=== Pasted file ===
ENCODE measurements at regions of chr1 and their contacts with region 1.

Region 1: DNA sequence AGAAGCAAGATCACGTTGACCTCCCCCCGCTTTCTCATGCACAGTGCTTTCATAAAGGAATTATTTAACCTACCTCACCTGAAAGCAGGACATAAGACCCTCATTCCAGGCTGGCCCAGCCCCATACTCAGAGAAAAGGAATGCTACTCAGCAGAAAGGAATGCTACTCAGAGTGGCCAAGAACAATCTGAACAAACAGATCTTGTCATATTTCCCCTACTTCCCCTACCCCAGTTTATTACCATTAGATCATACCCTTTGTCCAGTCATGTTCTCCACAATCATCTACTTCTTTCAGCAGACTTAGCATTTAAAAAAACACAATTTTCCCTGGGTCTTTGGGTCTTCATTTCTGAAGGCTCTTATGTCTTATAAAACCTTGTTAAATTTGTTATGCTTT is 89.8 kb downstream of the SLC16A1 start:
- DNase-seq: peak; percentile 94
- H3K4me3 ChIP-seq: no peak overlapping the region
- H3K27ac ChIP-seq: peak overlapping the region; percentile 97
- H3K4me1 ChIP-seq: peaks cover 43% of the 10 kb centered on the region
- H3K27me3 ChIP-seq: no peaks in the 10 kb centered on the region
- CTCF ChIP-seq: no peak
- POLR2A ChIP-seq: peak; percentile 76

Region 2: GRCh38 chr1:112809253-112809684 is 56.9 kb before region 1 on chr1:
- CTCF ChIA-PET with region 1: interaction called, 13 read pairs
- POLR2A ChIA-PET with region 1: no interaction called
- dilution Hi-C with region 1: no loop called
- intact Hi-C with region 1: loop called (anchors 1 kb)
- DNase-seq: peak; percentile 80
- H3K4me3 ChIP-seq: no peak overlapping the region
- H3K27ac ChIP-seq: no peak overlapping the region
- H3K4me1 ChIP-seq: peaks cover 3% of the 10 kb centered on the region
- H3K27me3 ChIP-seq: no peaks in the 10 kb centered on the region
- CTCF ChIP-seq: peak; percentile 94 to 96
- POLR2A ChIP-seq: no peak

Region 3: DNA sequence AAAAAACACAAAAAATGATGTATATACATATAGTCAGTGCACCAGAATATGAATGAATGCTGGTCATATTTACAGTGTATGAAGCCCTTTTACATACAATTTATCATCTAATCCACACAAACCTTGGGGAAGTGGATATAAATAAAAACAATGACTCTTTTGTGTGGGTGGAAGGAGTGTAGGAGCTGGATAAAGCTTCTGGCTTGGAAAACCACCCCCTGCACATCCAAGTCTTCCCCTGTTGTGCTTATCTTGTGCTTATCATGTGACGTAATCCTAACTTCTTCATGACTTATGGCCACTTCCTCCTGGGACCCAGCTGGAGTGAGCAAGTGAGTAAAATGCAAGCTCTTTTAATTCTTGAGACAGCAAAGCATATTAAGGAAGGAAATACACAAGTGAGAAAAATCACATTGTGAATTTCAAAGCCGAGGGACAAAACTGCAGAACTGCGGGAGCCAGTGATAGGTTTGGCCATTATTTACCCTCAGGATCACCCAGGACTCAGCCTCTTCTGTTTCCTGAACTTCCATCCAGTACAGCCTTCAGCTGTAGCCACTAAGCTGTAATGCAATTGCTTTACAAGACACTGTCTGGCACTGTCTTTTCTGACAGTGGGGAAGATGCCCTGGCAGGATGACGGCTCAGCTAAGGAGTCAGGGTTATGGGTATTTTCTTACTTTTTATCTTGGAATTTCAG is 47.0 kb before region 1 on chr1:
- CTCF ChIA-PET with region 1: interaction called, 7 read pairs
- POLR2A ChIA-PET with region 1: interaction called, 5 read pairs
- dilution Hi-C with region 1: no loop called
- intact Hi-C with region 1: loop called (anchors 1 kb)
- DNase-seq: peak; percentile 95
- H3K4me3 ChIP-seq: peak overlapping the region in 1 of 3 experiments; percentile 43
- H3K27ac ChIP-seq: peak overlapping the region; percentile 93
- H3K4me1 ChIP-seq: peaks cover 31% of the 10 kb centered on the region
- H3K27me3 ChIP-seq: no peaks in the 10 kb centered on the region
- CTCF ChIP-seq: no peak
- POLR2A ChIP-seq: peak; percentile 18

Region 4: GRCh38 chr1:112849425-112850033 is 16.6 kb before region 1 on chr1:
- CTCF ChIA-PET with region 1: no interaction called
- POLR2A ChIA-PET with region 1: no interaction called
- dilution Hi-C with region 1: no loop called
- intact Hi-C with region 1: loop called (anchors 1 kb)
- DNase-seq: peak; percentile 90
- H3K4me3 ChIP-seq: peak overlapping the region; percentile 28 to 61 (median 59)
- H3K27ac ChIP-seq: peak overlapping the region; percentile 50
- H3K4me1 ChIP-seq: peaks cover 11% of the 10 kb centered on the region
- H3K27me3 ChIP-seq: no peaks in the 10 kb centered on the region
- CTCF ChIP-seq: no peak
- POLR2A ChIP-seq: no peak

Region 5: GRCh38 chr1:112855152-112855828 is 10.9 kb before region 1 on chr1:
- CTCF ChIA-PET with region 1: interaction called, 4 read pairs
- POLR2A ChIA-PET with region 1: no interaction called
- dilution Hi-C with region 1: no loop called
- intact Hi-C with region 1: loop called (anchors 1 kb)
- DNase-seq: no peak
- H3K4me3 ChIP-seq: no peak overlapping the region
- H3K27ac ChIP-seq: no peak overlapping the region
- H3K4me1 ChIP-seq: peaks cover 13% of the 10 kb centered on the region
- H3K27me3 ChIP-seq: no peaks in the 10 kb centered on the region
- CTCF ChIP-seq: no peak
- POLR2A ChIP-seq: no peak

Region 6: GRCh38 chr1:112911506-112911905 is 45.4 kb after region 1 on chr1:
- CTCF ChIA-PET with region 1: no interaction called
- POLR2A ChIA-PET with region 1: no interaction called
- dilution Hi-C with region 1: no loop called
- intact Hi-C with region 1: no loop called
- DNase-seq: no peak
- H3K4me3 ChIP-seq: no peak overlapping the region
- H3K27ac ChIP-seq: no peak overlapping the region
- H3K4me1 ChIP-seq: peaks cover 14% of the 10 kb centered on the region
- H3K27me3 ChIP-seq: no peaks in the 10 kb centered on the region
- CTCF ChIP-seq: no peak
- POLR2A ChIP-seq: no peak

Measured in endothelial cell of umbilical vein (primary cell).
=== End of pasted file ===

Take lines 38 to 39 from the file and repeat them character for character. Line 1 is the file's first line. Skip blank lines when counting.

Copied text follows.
- intact Hi-C with region 1: loop called (anchors 1 kb)
- DNase-seq: peak; percentile 90